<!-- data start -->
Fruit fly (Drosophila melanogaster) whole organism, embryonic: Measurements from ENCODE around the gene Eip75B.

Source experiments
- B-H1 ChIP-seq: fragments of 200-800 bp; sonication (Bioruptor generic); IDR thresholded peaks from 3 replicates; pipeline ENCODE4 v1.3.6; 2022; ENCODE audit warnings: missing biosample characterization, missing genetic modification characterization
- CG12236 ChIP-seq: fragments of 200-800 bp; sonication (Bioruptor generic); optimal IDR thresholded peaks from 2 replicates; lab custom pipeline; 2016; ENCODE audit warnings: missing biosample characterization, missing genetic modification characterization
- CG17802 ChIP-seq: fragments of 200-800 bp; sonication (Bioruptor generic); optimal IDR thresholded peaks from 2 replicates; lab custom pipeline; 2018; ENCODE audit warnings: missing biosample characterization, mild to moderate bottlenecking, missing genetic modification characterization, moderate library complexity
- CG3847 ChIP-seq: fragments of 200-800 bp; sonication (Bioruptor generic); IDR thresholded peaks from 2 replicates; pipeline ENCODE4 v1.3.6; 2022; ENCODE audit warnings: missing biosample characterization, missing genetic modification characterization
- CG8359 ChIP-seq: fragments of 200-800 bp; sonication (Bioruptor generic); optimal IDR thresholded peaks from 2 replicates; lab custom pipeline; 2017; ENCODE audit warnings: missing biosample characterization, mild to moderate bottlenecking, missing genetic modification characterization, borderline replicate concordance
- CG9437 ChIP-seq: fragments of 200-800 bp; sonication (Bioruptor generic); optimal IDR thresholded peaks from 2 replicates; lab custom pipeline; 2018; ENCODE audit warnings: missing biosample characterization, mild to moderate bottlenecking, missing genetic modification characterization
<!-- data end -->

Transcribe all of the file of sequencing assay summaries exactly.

Fruit fly (Drosophila melanogaster) whole organism, embryonic: Measurements from ENCODE around the gene Eip75B.

Source experiments
- B-H1 ChIP-seq: fragments of 200-800 bp; sonication (Bioruptor generic); IDR thresholded peaks from 3 replicates; pipeline ENCODE4 v1.3.6; 2022; ENCODE audit warnings: missing biosample characterization, missing genetic modification characterization
- CG12236 ChIP-seq: fragments of 200-800 bp; sonication (Bioruptor generic); optimal IDR thresholded peaks from 2 replicates; lab custom pipeline; 2016; ENCODE audit warnings: missing biosample characterization, missing genetic modification characterization
- CG17802 ChIP-seq: fragments of 200-800 bp; sonication (Bioruptor generic); optimal IDR thresholded peaks from 2 replicates; lab custom pipeline; 2018; ENCODE audit warnings: missing biosample characterization, mild to moderate bottlenecking, missing genetic modification characterization, moderate library complexity
- CG3847 ChIP-seq: fragments of 200-800 bp; sonication (Bioruptor generic); IDR thresholded peaks from 2 replicates; pipeline ENCODE4 v1.3.6; 2022; ENCODE audit warnings: missing biosample characterization, missing genetic modification characterization
- CG8359 ChIP-seq: fragments of 200-800 bp; sonication (Bioruptor generic); optimal IDR thresholded peaks from 2 replicates; lab custom pipeline; 2017; ENCODE audit warnings: missing biosample characterization, mild to moderate bottlenecking, missing genetic modification characterization, borderline replicate concordance
- CG9437 ChIP-seq: fragments of 200-800 bp; sonication (Bioruptor generic); optimal IDR thresholded peaks from 2 replicates; lab custom pipeline; 2018; ENCODE audit warnings: missing biosample characterization, mild to moderate bottlenecking, missing genetic modification characterization